The hidden bias in mortgage algorithms

How millions of Americans could become eligible for homeownership

Oct 11, 2021 | Editorial | Real estate | Debt
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Same on paper, different results

The pandemic housing market has been red-hot thanks to record-low mortgage rates and a desire for more space. Besides the frenzied competition, some home buyers face an even more insidious obstacle. Lenders are more likely to deny home loans to people of color than to White people with similar financial profiles, according to The Markup. The starkest racial disparity: lenders were 80% more likely to reject Black applicants than comparable White applicants.

The investigative news outlet controlled for factors that the mortgage industry has said would explain the disparities, such as debt-to-income ratio. While loan officers are the official decision-makers, AI is taking over real estate at every stage. Mortgage approval algorithms were originally intended to be fairer than humans, but they have only perpetuated racial bias.

The bias in the bot

To understand how we got here, we have to look at the historical role of credit scores in the approval process. Freddie Mac and Fannie Mae, federally backed home mortgage companies created by Congress, buy about half of all US mortgages. They require lenders to use “Classic FICO” scores when considering applicants. Anyone with a score lower than 620 is automatically denied a conventional mortgage.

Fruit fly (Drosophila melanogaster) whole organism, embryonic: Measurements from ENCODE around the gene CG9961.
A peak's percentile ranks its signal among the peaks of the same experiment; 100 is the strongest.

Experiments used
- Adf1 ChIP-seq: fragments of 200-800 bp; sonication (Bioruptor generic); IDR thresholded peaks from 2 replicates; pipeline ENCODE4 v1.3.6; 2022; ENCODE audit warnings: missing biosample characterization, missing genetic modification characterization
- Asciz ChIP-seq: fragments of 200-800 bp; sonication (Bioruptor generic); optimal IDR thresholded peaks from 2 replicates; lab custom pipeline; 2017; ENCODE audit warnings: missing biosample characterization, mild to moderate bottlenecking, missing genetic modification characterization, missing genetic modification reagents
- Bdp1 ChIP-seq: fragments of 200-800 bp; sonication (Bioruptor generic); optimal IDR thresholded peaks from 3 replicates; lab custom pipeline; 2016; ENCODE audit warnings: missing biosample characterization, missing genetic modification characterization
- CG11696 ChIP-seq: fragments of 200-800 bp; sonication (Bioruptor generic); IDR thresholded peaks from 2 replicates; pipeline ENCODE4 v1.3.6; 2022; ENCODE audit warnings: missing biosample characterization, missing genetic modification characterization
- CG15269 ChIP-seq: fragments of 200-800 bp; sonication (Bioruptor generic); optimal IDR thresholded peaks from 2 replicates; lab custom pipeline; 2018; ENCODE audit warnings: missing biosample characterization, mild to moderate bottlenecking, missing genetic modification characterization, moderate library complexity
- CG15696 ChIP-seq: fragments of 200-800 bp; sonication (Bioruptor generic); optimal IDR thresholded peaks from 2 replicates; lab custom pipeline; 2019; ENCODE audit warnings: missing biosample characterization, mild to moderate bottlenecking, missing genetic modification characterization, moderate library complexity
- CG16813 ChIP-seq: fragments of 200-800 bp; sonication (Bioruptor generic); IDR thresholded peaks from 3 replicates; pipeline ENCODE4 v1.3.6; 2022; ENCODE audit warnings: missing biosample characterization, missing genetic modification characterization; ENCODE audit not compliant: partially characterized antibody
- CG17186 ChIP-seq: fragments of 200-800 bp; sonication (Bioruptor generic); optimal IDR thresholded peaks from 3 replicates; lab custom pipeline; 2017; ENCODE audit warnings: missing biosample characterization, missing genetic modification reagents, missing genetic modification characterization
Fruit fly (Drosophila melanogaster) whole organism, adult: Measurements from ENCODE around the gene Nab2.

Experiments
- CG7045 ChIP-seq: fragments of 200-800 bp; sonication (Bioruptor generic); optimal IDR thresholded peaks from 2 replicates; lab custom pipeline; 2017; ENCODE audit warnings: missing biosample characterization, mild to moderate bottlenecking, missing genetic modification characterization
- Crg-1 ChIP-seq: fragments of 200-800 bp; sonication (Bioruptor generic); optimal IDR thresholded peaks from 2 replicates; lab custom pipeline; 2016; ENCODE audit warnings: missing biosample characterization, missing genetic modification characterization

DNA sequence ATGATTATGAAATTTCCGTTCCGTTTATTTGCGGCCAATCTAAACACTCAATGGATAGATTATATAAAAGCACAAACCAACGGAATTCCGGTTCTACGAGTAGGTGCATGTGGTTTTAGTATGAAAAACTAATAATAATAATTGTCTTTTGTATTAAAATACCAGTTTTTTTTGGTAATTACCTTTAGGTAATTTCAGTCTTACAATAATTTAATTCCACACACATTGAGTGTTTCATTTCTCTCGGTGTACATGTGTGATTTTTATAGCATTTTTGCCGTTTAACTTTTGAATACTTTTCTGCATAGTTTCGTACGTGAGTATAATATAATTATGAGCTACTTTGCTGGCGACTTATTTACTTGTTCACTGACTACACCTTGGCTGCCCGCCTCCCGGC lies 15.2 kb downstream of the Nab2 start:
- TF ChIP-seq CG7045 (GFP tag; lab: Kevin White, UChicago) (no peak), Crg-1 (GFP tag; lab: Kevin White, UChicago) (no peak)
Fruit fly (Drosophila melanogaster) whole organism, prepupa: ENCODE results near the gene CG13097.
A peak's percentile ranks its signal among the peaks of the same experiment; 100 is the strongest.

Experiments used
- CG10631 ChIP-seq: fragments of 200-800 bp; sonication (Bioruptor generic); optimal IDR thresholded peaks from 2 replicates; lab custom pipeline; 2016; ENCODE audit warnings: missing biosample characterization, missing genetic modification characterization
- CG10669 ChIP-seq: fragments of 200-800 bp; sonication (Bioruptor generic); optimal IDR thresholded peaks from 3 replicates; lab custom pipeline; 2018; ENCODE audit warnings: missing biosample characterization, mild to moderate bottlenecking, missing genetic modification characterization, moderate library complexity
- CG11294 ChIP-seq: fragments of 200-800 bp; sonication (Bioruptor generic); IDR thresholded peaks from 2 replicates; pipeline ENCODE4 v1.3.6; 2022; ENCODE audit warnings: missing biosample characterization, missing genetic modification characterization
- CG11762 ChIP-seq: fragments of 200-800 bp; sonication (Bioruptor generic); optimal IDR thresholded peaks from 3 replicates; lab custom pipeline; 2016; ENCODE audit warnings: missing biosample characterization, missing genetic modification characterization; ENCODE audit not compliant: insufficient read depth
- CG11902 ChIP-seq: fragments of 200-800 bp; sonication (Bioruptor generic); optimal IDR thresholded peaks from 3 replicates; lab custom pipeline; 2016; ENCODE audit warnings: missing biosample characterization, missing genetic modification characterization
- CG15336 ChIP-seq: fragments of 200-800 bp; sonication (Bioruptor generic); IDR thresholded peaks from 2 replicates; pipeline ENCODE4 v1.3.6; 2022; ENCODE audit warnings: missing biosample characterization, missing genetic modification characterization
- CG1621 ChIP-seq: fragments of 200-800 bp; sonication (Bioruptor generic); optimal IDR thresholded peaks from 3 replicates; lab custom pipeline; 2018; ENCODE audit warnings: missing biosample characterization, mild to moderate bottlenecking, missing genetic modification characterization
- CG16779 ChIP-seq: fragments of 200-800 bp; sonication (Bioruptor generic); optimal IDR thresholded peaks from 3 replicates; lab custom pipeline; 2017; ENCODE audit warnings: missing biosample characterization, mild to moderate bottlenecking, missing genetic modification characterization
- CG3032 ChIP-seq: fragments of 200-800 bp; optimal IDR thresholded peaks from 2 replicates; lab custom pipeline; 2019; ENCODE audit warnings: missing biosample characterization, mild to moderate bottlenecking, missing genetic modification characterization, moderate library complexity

This algorithm is over 15 years old and was built using data from the 90s. It rewards traditional credit (something White Americans have greater access to) and doesn’t up your score for on-time rent, utility, and phone bill payments. But your score will get dinged if you fall behind on them.

There is an alternative: the “Big Three" credit reporting agencies (Equifax, Experian, and TransUnion) developed a potentially fairer model called VantageScore. Popular with consumer websites, auto lenders, and government entities, its scoring uses data such as rent and utility payments. VantageScore also recognizes your credit history after one month, compared to FICO’s six. The model would provide credit to 37 million Americans who have no credit history under FICO. Nearly a third of them would be Black or Latinx.

Bottom line

Mortgage algorithms are increasingly deciding who gets approved or denied for a mortgage. Intended to foster fairness, they have been doing the opposite. Opting for newer credit models over the classic FICO score may help. In fact, even Fannie Mae has started allowing lenders to count rent payment histories as part of the underwriting process.


Albert

Albert

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